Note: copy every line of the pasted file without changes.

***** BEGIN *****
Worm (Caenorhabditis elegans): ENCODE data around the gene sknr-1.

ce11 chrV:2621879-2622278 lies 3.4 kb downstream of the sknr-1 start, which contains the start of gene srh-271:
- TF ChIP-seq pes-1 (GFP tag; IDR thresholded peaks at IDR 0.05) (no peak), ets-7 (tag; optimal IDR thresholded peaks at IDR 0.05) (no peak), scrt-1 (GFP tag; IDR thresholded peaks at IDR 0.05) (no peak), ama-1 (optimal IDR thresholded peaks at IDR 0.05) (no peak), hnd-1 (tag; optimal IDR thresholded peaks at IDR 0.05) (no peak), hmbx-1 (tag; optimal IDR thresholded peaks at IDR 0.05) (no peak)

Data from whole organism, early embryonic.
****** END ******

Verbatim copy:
Worm (Caenorhabditis elegans): ENCODE data around the gene sknr-1.

ce11 chrV:2621879-2622278 lies 3.4 kb downstream of the sknr-1 start, which contains the start of gene srh-271:
- TF ChIP-seq pes-1 (GFP tag; IDR thresholded peaks at IDR 0.05) (no peak), ets-7 (tag; optimal IDR thresholded peaks at IDR 0.05) (no peak), scrt-1 (GFP tag; IDR thresholded peaks at IDR 0.05) (no peak), ama-1 (optimal IDR thresholded peaks at IDR 0.05) (no peak), hnd-1 (tag; optimal IDR thresholded peaks at IDR 0.05) (no peak), hmbx-1 (tag; optimal IDR thresholded peaks at IDR 0.05) (no peak)

Data from whole organism, early embryonic.